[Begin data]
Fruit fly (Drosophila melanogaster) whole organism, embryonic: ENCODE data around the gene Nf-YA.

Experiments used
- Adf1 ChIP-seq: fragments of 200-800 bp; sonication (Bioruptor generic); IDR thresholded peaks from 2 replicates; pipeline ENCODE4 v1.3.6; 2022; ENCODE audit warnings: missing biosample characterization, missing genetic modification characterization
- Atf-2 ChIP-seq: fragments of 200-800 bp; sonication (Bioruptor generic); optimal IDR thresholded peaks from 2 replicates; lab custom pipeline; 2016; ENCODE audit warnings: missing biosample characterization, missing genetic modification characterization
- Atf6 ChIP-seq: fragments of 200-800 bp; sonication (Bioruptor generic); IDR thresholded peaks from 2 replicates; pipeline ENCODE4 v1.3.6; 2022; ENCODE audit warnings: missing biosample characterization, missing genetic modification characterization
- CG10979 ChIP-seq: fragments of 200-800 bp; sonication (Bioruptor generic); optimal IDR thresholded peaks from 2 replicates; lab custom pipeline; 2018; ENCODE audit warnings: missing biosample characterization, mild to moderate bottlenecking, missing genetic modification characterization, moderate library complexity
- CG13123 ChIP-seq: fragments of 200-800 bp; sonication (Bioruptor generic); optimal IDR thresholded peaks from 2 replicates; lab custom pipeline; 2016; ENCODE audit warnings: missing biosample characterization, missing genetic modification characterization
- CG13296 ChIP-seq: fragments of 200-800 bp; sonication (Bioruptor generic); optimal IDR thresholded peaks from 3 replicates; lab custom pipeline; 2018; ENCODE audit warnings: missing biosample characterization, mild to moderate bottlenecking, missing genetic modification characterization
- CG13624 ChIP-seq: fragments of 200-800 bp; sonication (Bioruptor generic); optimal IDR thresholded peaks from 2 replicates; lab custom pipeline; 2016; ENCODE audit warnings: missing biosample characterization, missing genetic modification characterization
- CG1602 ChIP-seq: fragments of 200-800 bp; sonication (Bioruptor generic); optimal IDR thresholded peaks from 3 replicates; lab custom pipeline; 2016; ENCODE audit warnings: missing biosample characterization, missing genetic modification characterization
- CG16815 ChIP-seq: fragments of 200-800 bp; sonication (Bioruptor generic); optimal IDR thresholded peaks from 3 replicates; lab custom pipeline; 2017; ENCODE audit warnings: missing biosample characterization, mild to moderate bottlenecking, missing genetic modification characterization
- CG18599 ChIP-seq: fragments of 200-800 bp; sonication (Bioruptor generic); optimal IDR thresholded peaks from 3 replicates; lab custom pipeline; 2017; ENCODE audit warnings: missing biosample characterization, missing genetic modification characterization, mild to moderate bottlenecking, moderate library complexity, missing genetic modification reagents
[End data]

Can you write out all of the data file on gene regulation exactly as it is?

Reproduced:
Fruit fly (Drosophila melanogaster) whole organism, embryonic: ENCODE data around the gene Nf-YA.

Experiments used
- Adf1 ChIP-seq: fragments of 200-800 bp; sonication (Bioruptor generic); IDR thresholded peaks from 2 replicates; pipeline ENCODE4 v1.3.6; 2022; ENCODE audit warnings: missing biosample characterization, missing genetic modification characterization
- Atf-2 ChIP-seq: fragments of 200-800 bp; sonication (Bioruptor generic); optimal IDR thresholded peaks from 2 replicates; lab custom pipeline; 2016; ENCODE audit warnings: missing biosample characterization, missing genetic modification characterization
- Atf6 ChIP-seq: fragments of 200-800 bp; sonication (Bioruptor generic); IDR thresholded peaks from 2 replicates; pipeline ENCODE4 v1.3.6; 2022; ENCODE audit warnings: missing biosample characterization, missing genetic modification characterization
- CG10979 ChIP-seq: fragments of 200-800 bp; sonication (Bioruptor generic); optimal IDR thresholded peaks from 2 replicates; lab custom pipeline; 2018; ENCODE audit warnings: missing biosample characterization, mild to moderate bottlenecking, missing genetic modification characterization, moderate library complexity
- CG13123 ChIP-seq: fragments of 200-800 bp; sonication (Bioruptor generic); optimal IDR thresholded peaks from 2 replicates; lab custom pipeline; 2016; ENCODE audit warnings: missing biosample characterization, missing genetic modification characterization
- CG13296 ChIP-seq: fragments of 200-800 bp; sonication (Bioruptor generic); optimal IDR thresholded peaks from 3 replicates; lab custom pipeline; 2018; ENCODE audit warnings: missing biosample characterization, mild to moderate bottlenecking, missing genetic modification characterization
- CG13624 ChIP-seq: fragments of 200-800 bp; sonication (Bioruptor generic); optimal IDR thresholded peaks from 2 replicates; lab custom pipeline; 2016; ENCODE audit warnings: missing biosample characterization, missing genetic modification characterization
- CG1602 ChIP-seq: fragments of 200-800 bp; sonication (Bioruptor generic); optimal IDR thresholded peaks from 3 replicates; lab custom pipeline; 2016; ENCODE audit warnings: missing biosample characterization, missing genetic modification characterization
- CG16815 ChIP-seq: fragments of 200-800 bp; sonication (Bioruptor generic); optimal IDR thresholded peaks from 3 replicates; lab custom pipeline; 2017; ENCODE audit warnings: missing biosample characterization, mild to moderate bottlenecking, missing genetic modification characterization
- CG18599 ChIP-seq: fragments of 200-800 bp; sonication (Bioruptor generic); optimal IDR thresholded peaks from 3 replicates; lab custom pipeline; 2017; ENCODE audit warnings: missing biosample characterization, missing genetic modification characterization, mild to moderate bottlenecking, moderate library complexity, missing genetic modification reagents